Jun 28, 2008
By: Alvaro Fernandez
Try eating food with one chop stick.
It is possible, for certain types of food. But probably not the best approach.
Let’s now talk brain health.
Dr. Larry McCleary is a former acting Chief of Pediatric Neurosurgery at Denver Children’s Hospital, and author of the The Brain Trust Program (Perigee Trade, 2007). He agreed to help us answer an important, yet often neglected, question: Given That We Are Our Brains, How do We Nourish Them?
Alvaro: Dr. McCleary, Why did a former neurosurgeon such as yourself develop an interest in brain health public education?
Dr. McCleary: For two reasons … I am a Boomer and am trying to maximize my own brain health. Also, there is much exciting research documenting how we can be proactive in this regard. This information needs to be disseminated and I would like to help in this process.
And what is the single most important brain-related idea or concept that you would like every person in the planet to fully understand?
The most important take home message about brain health is that we now know that no matter what your brain status or age, there is much you can do to significantly improve brain function and slow brain aging. Based on emerging information, what is especially nice is the fact that unlike many things in life our brain health is largely under own control.
What are the most important elements to nourish our brains as we age?
I approach this question much like an athlete prepares for competition. They utilize a holistic approach. This is also what a healthy brain requires. It should not be surprising that “what is good for the body is good for the brain.” That is how our bodies and brains evolved.
Hence what I believe are valuable components of a well-rounded approach to brain health involve:
A) Appropriate nutrition.
The major fuel the brain consumes is glucose. The earliest sign of impending dementia and Alzheimer disease (AD) is a decrement in the ability of the brain to use glucose efficiently. Based on this observation, some neuroscientists are referring to AD as Type 3 diabetes because of the inability to appropriately use glucose in that disorder. This makes sense because people with diabetes have a four-fold increase in AD.
The brain is a fatty organ. The most important fats are those in the nerve cell membranes whose presence keeps them flexible. These are the long chain omega 3 fatty acid molecules found in fatty, cold-water fish and arachidonic acid (a long chain omega 6 fatty acid). These are both delicate fats and as such can oxidize easily (meaning they can become rancid).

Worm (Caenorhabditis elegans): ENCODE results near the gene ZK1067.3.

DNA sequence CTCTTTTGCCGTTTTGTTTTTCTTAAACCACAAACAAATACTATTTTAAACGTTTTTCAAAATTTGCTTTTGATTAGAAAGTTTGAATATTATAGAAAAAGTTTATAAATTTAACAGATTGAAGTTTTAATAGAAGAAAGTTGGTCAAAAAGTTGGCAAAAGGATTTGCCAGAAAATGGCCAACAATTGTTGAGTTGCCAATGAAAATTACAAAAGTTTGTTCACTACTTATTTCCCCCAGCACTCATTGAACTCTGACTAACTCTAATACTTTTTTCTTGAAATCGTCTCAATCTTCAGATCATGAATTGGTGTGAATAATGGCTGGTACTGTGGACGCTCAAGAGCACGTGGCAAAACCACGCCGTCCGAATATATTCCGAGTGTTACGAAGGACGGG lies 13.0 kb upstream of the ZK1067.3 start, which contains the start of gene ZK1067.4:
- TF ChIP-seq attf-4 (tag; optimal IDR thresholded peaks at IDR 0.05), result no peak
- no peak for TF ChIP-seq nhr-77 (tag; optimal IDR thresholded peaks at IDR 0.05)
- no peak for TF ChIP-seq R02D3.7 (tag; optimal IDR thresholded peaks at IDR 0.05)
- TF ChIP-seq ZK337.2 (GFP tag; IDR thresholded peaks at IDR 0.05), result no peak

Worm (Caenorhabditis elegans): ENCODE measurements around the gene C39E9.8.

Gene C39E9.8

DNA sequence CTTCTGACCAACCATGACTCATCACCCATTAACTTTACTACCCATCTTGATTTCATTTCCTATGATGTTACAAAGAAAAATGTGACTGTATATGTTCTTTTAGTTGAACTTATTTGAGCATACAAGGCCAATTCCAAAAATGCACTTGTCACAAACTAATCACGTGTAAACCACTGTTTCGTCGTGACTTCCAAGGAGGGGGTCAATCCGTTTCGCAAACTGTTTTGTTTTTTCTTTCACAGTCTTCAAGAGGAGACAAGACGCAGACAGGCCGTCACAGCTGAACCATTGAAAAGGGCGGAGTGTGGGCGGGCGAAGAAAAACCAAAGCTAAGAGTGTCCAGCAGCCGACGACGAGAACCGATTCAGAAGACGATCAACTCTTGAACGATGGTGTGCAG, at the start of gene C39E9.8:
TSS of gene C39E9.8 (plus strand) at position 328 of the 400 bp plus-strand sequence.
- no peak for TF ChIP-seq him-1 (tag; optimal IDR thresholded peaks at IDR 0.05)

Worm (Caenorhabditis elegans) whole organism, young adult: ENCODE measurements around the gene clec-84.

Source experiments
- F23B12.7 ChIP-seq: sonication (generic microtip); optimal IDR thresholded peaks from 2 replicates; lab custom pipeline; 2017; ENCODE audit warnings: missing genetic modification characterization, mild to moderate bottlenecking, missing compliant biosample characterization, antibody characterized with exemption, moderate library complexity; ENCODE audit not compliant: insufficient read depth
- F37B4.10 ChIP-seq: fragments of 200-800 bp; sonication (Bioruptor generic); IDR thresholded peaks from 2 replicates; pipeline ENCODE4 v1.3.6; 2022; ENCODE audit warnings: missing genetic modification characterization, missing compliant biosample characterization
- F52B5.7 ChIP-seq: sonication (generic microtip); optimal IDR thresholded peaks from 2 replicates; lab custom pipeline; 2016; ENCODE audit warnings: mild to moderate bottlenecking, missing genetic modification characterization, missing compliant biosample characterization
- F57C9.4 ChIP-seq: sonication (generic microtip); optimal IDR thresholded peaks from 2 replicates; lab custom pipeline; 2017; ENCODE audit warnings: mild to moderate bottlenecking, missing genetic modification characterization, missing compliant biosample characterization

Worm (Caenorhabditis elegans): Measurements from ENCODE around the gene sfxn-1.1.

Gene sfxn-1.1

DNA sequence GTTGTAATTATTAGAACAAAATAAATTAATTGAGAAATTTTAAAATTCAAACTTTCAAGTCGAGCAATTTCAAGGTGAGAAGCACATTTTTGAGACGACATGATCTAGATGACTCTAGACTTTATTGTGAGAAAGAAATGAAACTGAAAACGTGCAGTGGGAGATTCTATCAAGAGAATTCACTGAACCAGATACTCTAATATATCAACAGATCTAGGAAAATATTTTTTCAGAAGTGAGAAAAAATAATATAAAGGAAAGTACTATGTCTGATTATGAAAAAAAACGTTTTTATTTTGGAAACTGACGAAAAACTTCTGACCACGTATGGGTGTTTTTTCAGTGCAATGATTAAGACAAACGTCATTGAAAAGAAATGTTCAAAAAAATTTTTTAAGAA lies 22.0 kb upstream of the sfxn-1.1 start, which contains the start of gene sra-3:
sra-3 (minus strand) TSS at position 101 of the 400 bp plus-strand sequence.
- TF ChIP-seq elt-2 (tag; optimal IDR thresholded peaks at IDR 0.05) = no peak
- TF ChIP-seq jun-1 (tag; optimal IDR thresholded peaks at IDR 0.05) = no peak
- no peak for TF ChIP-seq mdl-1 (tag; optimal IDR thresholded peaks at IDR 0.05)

Thus, we should include additional dietary components that provide free radical fighting activity to protect them against oxidation. Based on these observations, I recommend a diet containing fatty fish, veggies and salads, non-starchy fruits (like berries) — that are high in free radical fighting compounds — and nuts. Addition of specific nutritional supplements may be helpful for the elderly, those under chronic stress, in the context of medications that lower critical nutrient levels in the body, or when dietary quality varies.
B) Stimulating brain activity
To increase neuroplasticity (the continual ability of the brain to “rewire” itself) and neurogenesis (the formation of new nerve cells), brain stimulation is vital. All types count including school work, occupational endeavors, leisure activities and formal brain training. The key in any activity is to include novelty (to encourage thinking outside the box), challenge and variety.
C) Physical activity
Exercise delivers additional blood and oxygen to the brain. Yet, it does so much more. It actually causes alterations in the nerve cells. They produce more neurotrophins, which are compounds that increase the formation of new nerve cells and enhance their connectivity. They also make the neurons we have more resistant to the aging process. Cross train your brain by starting with a good aerobic program and mix in resistance (weight training) exercise and speed and agility components such as jumping rope, playing ping-pong, gymnastics and various balance drills.
D) Stress reduction
Chronic, unremitting stress kills neurons. This is especially detrimental to memory function. So include a component of stress reduction in your approach to optimal brain health and make sure to get plenty of sleep.
E) Be Aware of Side effects of medications
There are medications that lower the level of important brain nutrients in the body such as B vitamins and coenzyme Q10. Check with your doctor to screen for these. There are also many common medicines (many OTC) that have anti-cholinergic activities. These can impair the function of one of the most important memory neurotransmitters in the brain –acetylcholine.
Finally, what brain health-related information or practices would you suggest other doctors and health professionals pay more attention to, both for themselves and the patients they see?
They should counsel their patients on tips for brain health such as those listed above in much the same way they discuss cardiac risk factors and how to address them. I would like to see physicians encourage their patients to avoid high-fructose corn syrup because it has recently been shown to be associated with increased brain atrophy.
Dr. McCleary, many thanks for your great insights.
For more information
- The Brain Trust Program (Perigee Trade, 2007).
- Evolution and Brain Health, an article by Dr. McCleary.
Enjoy the weekend…always a good time to nourish our brains.